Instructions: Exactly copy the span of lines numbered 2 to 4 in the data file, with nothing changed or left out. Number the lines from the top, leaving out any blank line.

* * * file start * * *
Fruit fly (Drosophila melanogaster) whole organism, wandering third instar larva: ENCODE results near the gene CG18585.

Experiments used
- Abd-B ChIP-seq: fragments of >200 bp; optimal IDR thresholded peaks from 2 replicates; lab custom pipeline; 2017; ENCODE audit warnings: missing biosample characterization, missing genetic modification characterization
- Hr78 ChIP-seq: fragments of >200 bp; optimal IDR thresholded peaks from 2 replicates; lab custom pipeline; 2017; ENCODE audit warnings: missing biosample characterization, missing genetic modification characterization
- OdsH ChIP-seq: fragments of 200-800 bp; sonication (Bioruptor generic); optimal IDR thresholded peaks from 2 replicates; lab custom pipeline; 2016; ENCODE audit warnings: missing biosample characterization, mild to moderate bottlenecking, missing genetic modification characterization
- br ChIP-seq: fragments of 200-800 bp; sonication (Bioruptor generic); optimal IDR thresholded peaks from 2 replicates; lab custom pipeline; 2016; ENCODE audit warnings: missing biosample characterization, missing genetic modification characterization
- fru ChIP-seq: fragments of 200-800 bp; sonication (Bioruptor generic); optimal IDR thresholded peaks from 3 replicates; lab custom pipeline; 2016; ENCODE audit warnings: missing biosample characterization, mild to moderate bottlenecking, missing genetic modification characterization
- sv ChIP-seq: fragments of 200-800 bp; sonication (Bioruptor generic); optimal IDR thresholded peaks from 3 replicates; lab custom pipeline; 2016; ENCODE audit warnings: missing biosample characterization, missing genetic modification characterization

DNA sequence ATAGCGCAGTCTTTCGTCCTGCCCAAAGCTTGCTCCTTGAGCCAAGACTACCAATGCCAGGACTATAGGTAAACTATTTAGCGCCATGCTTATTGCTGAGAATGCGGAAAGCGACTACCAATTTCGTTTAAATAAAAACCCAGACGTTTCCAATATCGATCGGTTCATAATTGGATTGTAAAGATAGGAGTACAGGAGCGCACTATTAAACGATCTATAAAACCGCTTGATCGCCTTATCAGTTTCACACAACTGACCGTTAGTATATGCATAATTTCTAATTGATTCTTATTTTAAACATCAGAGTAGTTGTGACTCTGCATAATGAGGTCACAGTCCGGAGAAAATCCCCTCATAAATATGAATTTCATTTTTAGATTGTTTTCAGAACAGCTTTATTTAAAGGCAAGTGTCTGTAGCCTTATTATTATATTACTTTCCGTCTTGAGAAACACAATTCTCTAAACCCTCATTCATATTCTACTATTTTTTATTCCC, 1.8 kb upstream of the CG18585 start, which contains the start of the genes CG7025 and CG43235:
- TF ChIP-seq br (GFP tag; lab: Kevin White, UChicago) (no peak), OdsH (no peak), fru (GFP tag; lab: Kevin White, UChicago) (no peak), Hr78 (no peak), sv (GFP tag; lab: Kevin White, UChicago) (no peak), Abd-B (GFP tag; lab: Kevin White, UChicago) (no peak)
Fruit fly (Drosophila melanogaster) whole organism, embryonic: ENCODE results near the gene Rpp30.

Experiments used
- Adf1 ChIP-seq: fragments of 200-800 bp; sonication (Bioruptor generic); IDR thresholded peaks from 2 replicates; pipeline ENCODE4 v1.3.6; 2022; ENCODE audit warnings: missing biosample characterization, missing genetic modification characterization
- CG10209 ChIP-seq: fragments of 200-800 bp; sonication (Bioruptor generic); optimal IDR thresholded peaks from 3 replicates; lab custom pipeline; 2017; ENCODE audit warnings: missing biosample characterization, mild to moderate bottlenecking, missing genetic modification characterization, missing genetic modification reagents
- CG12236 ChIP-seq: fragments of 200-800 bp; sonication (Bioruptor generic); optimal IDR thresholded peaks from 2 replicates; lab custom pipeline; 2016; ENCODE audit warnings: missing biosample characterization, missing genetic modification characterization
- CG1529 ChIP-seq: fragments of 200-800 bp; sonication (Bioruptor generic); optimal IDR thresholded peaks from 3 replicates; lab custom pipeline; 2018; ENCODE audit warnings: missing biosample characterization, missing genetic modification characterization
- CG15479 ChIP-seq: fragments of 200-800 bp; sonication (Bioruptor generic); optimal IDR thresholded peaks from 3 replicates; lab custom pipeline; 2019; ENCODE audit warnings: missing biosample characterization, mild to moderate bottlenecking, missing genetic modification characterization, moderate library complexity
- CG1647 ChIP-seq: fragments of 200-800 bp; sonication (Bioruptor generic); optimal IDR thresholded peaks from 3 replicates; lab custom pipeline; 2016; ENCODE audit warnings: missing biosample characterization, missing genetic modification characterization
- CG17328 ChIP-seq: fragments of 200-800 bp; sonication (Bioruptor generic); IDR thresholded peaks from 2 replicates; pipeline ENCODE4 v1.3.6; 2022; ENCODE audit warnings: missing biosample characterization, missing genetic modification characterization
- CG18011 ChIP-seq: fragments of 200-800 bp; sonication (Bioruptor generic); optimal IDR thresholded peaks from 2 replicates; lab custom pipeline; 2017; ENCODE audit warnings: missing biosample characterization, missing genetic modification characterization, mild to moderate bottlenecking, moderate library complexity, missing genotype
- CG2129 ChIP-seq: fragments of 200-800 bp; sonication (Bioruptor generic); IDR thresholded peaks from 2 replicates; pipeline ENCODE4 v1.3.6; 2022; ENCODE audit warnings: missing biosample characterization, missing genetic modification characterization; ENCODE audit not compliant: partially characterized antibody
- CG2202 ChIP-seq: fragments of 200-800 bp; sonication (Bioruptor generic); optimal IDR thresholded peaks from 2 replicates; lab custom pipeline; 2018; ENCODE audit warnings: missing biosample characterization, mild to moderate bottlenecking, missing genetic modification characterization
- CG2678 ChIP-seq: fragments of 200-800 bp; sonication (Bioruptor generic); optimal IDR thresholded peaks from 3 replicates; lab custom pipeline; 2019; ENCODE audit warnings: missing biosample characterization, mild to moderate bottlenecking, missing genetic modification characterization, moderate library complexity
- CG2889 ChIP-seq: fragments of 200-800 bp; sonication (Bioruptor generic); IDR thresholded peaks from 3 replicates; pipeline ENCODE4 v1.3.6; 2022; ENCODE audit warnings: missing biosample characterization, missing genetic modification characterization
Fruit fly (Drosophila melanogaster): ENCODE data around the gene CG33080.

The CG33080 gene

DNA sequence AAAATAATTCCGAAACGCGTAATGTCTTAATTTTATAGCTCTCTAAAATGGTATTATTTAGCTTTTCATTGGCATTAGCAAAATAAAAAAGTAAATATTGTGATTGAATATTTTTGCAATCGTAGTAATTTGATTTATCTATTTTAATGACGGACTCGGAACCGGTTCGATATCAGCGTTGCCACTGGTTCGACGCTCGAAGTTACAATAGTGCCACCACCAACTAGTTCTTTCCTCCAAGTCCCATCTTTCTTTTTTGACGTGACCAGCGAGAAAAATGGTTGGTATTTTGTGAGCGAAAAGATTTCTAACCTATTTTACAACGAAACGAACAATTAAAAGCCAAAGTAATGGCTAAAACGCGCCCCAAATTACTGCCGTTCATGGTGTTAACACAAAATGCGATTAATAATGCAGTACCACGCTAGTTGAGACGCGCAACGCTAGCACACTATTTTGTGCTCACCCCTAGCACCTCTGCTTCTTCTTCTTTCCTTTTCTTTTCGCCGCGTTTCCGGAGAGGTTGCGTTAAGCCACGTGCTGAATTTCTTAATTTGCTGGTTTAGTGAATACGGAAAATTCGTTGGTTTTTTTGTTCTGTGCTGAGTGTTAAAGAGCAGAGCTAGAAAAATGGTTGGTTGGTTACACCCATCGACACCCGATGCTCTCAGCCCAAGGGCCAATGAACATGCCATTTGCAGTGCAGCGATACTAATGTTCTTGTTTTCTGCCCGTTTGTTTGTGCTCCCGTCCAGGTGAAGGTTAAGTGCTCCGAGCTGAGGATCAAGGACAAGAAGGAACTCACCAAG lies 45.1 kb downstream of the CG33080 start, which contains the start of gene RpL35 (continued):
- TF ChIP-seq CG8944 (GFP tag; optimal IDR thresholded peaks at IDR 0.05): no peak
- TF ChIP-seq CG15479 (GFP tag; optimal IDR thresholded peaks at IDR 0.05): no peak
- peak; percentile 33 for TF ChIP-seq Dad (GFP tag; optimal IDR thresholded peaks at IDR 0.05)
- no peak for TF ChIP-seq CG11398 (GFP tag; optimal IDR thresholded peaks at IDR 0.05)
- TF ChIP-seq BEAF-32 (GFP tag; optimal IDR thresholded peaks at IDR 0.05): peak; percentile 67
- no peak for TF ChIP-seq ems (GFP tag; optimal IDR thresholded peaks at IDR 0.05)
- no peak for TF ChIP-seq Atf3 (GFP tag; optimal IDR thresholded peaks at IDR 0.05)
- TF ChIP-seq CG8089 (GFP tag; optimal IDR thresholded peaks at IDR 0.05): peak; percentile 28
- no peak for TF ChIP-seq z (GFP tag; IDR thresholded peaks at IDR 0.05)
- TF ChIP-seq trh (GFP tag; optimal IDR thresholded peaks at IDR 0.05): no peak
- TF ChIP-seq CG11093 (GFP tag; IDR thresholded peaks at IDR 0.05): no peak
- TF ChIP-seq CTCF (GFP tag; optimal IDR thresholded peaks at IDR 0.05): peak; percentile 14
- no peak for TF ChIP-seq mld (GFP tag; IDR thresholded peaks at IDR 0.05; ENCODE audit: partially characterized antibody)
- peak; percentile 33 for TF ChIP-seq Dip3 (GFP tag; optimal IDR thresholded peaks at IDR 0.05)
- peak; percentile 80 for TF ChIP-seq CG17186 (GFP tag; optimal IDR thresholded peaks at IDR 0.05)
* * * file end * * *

Experiments used
- Abd-B ChIP-seq: fragments of >200 bp; optimal IDR thresholded peaks from 2 replicates; lab custom pipeline; 2017; ENCODE audit warnings: missing biosample characterization, missing genetic modification characterization
- Hr78 ChIP-seq: fragments of >200 bp; optimal IDR thresholded peaks from 2 replicates; lab custom pipeline; 2017; ENCODE audit warnings: missing biosample characterization, missing genetic modification characterization